“When aspiring writer Guinevere Beck strides into the East Village bookstore where Joe works, he’s instantly smitten. Beck is everything Joe has ever wanted: She’s gorgeous, tough, razor-smart, and as sexy as his wildest dreams.
Beck doesn’t know it yet, but she’s perfect for him, and soon she can’t resist her feelings for a guy who seems custom made for her. But there’s more to Joe than Beck realizes, and much more to Beck than her oh-so-perfect façade. Their mutual obsession quickly spirals into a whirlwind of deadly consequences . . .
A chilling account of unrelenting passion, Caroline Kepnes’s You is a perversely romantic thriller that’s more dangerously clever than any you’ve read before.”
Thoughts: You is one novel in which the second person narrative makes absolute sense. In many ways, it allows readers greater insight into Joe’s mental state and thought processes more intimately than an omniscient third-person narrator could ever accomplish. It even becomes an intriguing part of the story, taking on a life of its own and bringing understanding to the final scene. In fact, You would not be half as creepy with any other type of narrator.
Joe is a complete stalker, obsessed with Beck at first sight. However, as disturbing as his behavior is, there are multiple moments within the novel in which Joe becomes a sympathetic figure. He may be a total pervert and just this side of a mental facility, but he is charming, erudite, and extremely well-read. He is so convincing in his love for Beck that readers will forgive the fact that he has hacked into her computer, broken into her apartment, followed her across state lines, spied on her, stolen her phone, and much more. One actually hopes he will end up with the girl of his dreams or at least find a way to live happily ever after. When they do get together, Joe’s effusive joy is nothing short of infectious.
In a fascinating twist of events, it is the stalked who becomes the bad guy rather than the stalker. As Joe learns more about Beck and her quirks, alarm bells start ringing in readers’ heads, for Beck is no angel. She’s flighty, needy, and self-centered; more importantly, there is a darker side to her that only readers can see because Joe is blind to her faults. Just as readers want Joe to get a fairy-tale ending, they simultaneously begin to wonder if Beck is truly Joe’s path to a happy ending. The sense of unease readers first experience when meeting Joe soon dissipates as he grows in sympathy only to return with a vengeance by the time Beck and Joe stop dancing around each other. At the same time, those alarm bells morph into klaxons.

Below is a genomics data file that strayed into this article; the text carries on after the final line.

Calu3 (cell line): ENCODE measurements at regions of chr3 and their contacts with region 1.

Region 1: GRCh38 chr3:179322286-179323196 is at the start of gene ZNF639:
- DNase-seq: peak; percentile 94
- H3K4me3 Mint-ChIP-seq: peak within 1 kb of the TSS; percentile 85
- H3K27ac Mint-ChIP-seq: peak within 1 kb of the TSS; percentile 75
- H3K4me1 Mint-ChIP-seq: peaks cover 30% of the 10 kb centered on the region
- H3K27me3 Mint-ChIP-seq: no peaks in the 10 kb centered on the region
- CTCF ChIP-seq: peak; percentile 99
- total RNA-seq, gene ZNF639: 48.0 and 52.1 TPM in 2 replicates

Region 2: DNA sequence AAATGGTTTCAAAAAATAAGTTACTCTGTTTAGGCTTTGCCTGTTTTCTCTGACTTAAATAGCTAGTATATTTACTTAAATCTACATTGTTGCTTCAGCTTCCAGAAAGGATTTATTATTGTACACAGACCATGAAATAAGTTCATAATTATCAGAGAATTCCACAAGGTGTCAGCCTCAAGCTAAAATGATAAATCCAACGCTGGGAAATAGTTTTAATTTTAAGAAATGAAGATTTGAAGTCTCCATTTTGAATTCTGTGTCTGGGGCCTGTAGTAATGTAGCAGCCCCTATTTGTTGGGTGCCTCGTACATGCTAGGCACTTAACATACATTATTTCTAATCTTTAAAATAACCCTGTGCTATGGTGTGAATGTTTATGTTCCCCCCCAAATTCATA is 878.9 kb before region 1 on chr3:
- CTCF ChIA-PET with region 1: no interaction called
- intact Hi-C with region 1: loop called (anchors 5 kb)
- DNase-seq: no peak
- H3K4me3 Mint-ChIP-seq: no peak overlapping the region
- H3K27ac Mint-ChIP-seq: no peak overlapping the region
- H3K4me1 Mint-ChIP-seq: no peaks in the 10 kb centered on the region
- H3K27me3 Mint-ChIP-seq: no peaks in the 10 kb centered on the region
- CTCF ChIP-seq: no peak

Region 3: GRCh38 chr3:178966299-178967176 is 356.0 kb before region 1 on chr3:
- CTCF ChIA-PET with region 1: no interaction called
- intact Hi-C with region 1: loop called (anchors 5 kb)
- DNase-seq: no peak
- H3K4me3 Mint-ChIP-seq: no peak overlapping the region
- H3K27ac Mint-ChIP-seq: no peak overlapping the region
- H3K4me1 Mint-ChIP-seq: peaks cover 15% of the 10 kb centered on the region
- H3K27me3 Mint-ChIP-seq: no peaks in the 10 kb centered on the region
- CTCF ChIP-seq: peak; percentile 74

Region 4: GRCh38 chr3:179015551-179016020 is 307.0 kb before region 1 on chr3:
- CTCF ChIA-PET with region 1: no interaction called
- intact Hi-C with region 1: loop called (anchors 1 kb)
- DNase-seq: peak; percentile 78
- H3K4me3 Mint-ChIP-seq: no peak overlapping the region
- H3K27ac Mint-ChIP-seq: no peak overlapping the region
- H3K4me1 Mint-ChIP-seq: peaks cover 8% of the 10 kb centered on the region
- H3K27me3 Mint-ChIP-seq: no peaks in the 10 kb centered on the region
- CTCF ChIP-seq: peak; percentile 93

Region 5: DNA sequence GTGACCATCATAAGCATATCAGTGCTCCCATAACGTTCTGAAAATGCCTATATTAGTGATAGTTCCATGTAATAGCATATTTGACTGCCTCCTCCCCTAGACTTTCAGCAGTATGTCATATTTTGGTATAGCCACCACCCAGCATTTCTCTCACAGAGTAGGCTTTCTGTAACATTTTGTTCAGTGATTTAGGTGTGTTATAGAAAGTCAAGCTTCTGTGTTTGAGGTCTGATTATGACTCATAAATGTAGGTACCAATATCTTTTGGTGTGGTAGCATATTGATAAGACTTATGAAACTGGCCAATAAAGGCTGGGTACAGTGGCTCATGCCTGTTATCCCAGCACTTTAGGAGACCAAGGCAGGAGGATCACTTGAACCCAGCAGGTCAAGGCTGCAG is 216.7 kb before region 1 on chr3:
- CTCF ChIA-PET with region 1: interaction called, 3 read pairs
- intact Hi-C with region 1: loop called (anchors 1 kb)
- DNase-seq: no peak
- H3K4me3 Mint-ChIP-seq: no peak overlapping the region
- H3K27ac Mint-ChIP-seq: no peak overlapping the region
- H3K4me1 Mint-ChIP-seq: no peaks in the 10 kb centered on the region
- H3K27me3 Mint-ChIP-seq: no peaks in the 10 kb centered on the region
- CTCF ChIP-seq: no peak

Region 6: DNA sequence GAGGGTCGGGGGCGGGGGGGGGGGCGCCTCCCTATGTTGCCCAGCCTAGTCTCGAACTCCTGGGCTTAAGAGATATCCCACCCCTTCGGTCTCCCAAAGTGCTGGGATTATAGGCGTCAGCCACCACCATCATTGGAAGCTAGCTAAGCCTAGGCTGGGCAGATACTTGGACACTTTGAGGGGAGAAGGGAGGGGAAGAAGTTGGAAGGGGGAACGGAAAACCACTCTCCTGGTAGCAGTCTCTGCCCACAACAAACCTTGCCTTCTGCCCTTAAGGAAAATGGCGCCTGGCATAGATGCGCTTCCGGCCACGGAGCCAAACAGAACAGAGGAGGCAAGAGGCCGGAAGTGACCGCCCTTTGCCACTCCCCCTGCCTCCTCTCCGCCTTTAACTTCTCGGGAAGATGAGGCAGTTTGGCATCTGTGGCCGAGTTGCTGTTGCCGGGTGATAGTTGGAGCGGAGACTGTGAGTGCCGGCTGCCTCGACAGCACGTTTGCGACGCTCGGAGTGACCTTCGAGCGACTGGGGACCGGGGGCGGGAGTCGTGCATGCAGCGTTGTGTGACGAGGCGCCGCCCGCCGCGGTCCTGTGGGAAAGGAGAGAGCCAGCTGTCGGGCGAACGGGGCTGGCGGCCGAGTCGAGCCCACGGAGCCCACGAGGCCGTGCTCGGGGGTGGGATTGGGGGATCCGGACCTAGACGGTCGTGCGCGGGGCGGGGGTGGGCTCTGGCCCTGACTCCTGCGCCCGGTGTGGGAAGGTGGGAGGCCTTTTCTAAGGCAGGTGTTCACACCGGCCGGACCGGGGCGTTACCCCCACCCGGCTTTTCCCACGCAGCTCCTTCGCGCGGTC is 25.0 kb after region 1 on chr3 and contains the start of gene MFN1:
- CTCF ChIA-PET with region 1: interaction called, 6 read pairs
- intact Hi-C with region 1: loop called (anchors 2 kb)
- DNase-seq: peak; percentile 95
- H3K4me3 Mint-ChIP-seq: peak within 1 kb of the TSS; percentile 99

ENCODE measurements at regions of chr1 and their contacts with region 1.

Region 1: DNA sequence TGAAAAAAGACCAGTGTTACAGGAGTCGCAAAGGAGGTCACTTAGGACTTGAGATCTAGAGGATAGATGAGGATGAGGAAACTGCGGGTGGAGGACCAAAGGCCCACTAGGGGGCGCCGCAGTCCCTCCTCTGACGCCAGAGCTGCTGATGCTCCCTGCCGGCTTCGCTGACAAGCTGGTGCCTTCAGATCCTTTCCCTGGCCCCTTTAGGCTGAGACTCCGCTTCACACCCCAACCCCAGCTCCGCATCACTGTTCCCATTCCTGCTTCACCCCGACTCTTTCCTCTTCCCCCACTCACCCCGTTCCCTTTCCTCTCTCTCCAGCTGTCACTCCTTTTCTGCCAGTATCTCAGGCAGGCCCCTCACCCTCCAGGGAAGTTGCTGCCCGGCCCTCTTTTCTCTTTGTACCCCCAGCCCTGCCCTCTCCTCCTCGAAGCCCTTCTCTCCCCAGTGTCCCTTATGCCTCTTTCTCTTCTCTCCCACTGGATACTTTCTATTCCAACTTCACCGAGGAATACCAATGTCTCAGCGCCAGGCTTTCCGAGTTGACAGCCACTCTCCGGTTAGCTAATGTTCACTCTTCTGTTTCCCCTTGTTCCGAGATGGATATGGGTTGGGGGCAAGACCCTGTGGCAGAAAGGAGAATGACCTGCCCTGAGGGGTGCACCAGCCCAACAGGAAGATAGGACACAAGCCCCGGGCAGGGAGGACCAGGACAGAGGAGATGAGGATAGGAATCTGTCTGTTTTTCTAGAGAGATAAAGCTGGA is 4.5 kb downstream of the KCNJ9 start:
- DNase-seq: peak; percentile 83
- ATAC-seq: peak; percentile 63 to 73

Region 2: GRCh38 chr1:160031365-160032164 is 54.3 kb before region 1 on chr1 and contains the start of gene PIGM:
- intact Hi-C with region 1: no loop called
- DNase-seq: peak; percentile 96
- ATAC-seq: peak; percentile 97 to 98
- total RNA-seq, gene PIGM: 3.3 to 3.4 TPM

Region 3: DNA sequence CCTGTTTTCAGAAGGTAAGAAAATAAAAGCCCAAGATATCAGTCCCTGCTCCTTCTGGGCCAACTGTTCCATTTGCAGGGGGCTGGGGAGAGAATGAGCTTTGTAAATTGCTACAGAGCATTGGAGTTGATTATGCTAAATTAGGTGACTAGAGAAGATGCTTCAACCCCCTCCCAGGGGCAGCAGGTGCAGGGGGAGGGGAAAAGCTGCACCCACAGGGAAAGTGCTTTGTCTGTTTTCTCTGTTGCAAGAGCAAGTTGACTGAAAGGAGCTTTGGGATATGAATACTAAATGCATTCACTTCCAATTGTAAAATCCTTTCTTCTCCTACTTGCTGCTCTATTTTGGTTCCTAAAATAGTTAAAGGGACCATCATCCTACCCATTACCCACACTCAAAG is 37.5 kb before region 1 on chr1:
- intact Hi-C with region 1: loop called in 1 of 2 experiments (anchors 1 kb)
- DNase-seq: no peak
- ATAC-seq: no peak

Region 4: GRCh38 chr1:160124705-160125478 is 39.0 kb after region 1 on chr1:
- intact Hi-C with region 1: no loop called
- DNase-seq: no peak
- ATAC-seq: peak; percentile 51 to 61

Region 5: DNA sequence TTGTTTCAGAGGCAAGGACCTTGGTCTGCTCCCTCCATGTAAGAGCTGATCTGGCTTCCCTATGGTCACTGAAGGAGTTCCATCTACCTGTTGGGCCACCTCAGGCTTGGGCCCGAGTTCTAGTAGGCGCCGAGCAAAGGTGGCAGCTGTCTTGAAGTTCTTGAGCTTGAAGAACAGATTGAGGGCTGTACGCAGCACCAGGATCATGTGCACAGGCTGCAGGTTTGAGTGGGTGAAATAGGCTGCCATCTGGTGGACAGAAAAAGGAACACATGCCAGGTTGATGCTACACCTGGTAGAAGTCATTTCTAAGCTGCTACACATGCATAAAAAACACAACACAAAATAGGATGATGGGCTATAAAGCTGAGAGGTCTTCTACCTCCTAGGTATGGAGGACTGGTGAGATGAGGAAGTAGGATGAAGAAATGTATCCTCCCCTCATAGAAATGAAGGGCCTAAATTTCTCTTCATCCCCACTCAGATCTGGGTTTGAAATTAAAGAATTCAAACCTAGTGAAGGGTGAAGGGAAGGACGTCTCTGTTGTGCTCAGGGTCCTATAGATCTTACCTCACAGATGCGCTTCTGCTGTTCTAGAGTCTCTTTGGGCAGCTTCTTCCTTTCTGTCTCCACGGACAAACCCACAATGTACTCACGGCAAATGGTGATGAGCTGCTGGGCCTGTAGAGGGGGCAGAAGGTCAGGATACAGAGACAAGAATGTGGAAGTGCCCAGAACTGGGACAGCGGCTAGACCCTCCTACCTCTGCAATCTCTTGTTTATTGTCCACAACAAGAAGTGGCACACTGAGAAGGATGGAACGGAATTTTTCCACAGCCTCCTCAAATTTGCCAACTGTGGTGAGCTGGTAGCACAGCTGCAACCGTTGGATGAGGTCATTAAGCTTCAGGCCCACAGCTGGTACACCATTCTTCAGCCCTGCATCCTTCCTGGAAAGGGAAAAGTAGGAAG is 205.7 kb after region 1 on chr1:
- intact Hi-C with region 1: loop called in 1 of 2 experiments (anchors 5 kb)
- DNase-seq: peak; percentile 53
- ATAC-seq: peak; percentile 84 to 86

You is every bit as depraved and twisted as one would expect a story about a stalker to be. However, there is more than a little humor in it, so much so that one may call it a black comedy. Adding to that is Joe’s knowledge of books and authors and the frequency with which he peppers his thoughts and speech with bookish references. In Joe, we have a much more modern version of a non-cannibal Hannibal Lecter – charismatic, intelligent, and surprisingly sensitive – and the ending is extremely satisfying for readers who have come to really enjoy Joe and his obsessions. Graphic in its sexuality, language, and violence, You may not be for everyone, but for those who are not easily offended or enjoy the dark and disturbed, You is definitely a must-read.